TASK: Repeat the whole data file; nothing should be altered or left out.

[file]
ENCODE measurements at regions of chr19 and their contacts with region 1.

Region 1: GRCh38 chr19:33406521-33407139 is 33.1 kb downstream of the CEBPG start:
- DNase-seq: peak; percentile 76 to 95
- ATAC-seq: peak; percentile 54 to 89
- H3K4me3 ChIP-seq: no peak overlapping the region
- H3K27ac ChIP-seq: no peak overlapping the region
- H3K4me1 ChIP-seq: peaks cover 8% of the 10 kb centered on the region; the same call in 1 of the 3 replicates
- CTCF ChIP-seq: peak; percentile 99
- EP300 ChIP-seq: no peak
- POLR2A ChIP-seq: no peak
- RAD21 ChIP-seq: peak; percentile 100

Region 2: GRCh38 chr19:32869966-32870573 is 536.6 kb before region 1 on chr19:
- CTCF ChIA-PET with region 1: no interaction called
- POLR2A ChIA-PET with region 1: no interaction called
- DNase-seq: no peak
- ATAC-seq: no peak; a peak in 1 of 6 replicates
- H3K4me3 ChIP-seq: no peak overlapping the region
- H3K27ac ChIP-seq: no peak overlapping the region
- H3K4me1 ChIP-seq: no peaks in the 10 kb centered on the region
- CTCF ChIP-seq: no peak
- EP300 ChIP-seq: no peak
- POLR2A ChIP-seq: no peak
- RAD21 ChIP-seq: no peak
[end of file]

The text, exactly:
ENCODE measurements at regions of chr19 and their contacts with region 1.

Region 1: GRCh38 chr19:33406521-33407139 is 33.1 kb downstream of the CEBPG start:
- DNase-seq: peak; percentile 76 to 95
- ATAC-seq: peak; percentile 54 to 89
- H3K4me3 ChIP-seq: no peak overlapping the region
- H3K27ac ChIP-seq: no peak overlapping the region
- H3K4me1 ChIP-seq: peaks cover 8% of the 10 kb centered on the region; the same call in 1 of the 3 replicates
- CTCF ChIP-seq: peak; percentile 99
- EP300 ChIP-seq: no peak
- POLR2A ChIP-seq: no peak
- RAD21 ChIP-seq: peak; percentile 100

Region 2: GRCh38 chr19:32869966-32870573 is 536.6 kb before region 1 on chr19:
- CTCF ChIA-PET with region 1: no interaction called
- POLR2A ChIA-PET with region 1: no interaction called
- DNase-seq: no peak
- ATAC-seq: no peak; a peak in 1 of 6 replicates
- H3K4me3 ChIP-seq: no peak overlapping the region
- H3K27ac ChIP-seq: no peak overlapping the region
- H3K4me1 ChIP-seq: no peaks in the 10 kb centered on the region
- CTCF ChIP-seq: no peak
- EP300 ChIP-seq: no peak
- POLR2A ChIP-seq: no peak
- RAD21 ChIP-seq: no peak